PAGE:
Lage Raho Munnabhai – a film review
If you seen and liked the old Munnabhai MBBS, then you’ll like Vidhu Vinod Chopra’s new version. I say version because it’s not really a continuation of the first, not a sequel nor a prequel. Although the two main characters Munna (Sanjay Dutt) and Circuit (Arshad Warsi) remain the bhai’s they were, the rest of the characters are brand new. Boman Irani, who is repeated in this movie, plays Lucky the Sardarji, an entirely different character. And there is no mention of Munna’s adventures in the first movie…
Bole to, Lage Rao is funny, simple to understand and meant for the masses and for people like me! The humour has nothing high brow about it, but I have to confess that it made me smile, grin, giggle and laugh out loud. The humour is situational, in the dialogues, and ofcourse – in the dialogue delivery.
Like Munnabhai number 1, Munnabhai number 2 has an undertone of seriousness, a kind of preachy tone. It goes down one’s throat only because it comes wrapped up in comedy. If the first movie was about love and compassion, this one is about non-violence. A comedy with lessons on non-violence? Gandhian principles? Patriotism? Yeah. You might even find your skin prickle when you hear the Vande Mataram song. And you might find yourself wondering why the ideals of Mahatma Gandhi have been forgotton in today’s modern times.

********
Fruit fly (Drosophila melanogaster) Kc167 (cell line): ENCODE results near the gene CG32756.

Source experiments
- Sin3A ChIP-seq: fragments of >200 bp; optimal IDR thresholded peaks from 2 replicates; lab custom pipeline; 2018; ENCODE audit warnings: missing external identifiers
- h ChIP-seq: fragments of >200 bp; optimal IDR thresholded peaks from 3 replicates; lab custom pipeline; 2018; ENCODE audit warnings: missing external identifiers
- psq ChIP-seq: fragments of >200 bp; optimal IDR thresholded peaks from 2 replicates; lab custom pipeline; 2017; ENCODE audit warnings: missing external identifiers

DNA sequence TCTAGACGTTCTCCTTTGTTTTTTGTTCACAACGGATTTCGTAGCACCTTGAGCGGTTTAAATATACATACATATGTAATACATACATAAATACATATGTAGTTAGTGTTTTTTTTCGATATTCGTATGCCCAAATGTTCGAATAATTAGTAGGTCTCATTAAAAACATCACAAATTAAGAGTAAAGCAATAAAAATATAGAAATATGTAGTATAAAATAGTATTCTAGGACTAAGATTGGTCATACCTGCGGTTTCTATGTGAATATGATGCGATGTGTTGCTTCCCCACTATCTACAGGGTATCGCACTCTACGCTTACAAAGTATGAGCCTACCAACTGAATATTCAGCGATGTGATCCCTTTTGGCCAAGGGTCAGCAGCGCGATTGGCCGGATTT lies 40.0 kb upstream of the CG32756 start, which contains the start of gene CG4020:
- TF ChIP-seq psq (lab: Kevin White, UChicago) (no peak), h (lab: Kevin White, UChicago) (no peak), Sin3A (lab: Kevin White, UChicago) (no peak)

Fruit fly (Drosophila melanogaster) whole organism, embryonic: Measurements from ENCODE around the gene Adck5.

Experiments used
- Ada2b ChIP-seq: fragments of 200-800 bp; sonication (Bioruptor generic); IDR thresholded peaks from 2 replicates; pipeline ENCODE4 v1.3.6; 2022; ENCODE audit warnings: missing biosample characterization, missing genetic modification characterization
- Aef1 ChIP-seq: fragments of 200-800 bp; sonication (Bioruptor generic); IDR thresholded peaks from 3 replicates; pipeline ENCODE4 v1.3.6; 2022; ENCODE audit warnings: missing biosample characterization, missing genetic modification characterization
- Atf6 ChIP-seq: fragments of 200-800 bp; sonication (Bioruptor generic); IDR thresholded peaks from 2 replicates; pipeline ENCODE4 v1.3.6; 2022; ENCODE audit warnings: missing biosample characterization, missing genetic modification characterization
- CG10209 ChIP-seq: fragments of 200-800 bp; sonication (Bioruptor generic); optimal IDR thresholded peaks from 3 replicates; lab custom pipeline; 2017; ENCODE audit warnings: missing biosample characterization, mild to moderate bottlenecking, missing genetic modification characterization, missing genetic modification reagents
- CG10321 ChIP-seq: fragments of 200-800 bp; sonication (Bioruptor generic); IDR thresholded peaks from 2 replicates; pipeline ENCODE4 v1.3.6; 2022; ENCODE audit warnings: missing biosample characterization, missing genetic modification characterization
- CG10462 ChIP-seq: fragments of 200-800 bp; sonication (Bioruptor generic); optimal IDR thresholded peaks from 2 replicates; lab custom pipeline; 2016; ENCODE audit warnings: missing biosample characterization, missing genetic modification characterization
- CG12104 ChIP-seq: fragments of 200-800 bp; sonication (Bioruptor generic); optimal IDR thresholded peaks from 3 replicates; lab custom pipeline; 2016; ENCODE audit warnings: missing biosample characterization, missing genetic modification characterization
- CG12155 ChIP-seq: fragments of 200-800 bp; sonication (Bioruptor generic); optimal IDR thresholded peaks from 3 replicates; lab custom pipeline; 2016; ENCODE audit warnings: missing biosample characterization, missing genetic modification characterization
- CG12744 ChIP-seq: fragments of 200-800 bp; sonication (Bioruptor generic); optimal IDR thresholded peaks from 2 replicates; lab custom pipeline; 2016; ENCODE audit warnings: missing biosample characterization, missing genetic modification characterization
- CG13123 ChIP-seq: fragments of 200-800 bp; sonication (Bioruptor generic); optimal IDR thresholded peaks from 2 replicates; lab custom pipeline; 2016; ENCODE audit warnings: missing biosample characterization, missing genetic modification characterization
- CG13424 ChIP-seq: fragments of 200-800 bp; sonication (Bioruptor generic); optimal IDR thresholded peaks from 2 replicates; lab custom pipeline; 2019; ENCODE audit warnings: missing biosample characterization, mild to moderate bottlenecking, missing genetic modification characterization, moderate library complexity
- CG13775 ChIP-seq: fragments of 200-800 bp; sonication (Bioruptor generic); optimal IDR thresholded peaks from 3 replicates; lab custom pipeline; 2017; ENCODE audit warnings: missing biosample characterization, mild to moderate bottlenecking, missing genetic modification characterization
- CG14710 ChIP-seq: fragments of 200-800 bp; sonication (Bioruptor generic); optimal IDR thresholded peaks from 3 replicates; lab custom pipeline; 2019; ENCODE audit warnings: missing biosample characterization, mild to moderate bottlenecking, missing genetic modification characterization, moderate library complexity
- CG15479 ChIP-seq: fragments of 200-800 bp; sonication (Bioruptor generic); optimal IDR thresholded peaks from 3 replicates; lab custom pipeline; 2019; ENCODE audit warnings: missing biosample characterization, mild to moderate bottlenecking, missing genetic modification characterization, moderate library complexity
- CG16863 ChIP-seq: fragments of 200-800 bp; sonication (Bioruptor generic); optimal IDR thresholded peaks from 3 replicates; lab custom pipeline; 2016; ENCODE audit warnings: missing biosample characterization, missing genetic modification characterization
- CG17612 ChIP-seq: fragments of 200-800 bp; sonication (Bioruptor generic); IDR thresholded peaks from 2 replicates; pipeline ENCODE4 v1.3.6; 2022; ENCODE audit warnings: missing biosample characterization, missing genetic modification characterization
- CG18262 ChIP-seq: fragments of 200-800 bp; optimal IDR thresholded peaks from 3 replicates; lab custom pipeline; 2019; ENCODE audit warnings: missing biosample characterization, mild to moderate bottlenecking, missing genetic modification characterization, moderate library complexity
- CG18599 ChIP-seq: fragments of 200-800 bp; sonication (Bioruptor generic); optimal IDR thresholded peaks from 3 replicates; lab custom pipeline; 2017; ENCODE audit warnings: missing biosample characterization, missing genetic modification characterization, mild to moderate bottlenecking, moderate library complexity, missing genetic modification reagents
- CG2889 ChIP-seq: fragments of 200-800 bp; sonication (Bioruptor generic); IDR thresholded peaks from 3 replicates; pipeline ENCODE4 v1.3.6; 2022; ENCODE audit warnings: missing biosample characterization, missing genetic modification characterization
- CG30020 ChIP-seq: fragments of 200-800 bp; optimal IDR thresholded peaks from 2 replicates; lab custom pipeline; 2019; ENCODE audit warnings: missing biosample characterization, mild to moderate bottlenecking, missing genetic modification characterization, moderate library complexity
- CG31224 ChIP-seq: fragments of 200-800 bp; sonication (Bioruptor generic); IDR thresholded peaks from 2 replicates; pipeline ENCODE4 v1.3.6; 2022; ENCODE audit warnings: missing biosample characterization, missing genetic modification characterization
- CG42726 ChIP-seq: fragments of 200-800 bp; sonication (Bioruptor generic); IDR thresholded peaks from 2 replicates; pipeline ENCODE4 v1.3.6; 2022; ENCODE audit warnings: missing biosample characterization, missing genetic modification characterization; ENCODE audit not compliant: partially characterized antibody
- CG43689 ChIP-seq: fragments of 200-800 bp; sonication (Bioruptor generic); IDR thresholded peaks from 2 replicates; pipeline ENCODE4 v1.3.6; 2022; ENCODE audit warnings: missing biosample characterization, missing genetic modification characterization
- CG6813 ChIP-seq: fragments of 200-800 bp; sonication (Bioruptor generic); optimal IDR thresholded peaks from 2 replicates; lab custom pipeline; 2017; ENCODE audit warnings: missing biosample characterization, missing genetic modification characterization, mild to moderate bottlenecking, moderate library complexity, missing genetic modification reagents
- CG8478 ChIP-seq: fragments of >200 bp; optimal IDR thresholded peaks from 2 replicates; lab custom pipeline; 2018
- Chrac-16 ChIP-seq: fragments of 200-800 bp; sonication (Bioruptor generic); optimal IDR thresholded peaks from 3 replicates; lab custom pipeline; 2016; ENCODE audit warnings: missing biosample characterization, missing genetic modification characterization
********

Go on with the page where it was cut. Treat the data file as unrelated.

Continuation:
The story is slightly corny, but never mind. That’s exactly why it’s funny, the comedy lying in the ridiculousness of the situations that Munna finds himself in.
Our Munna comes on the screen as an ardent lover of a girl called Jahnavi (Vidya Balan) a radio veejay (hints of Salaam Namaste). He has fallen in love with her voice and to impress her he has to pretend to be Murli the Professor. Therein start a series of hilarious adventures, one which reminds you faintly of a college scene in Munnabhai Number One.
There are dark undercurrents. Lucky the rich and bad builder (Boman Irani), has hired Munna and his goondas to get a house vacated…and as the fates would have it, this is the very house where Munna’s Jahnavi lives. And hear this – she lives in it with her old father who has turned it into a mini old age home! Some heart-wrenching scenes here, but no time to cry as the movie tears on ahead at a decent clip, thanks to the decent editing.
Munna now has a very sticky situation on his hands, and there is also a lurking fear that Jahnavi will find out that he’s just a common goonda. Guess who comes to his aid? Hold your breath – it’s Gandhiji! Hints of the supernatural here.
The music – pal, pal, pal– is a haunting tune, and it sort of reminds me of an old English song I heard long ago. Ofcourse I could be wrong, because I cannot remember which song exactly… the Hai re Hai Munnabhai song is not bad either.
All in all a well edited film, a very good first half, and good acting from all the four main characters – Sanjay Dutt, Arshad Warsi , Boman Irani and Vidya Balan. Vidya Balan doesn’t have much of a chance to demonstrate her talent, like she had in Parineeta. It’s Sanjay Dutt, Arshad Warsi and Boman Irani who dominate the movie. And it’s Arshad Warsi who takes the cake! His expressions, antics and dialogue delivery are liable to give you a stitch in the stomach.
So if you want some time-pass, then Lage Rao is the movie to go to. At the worst, you might ridicule it or wonder at yourself for enjoying it, but one thing you won’t do, and that’s go home with a head-ache.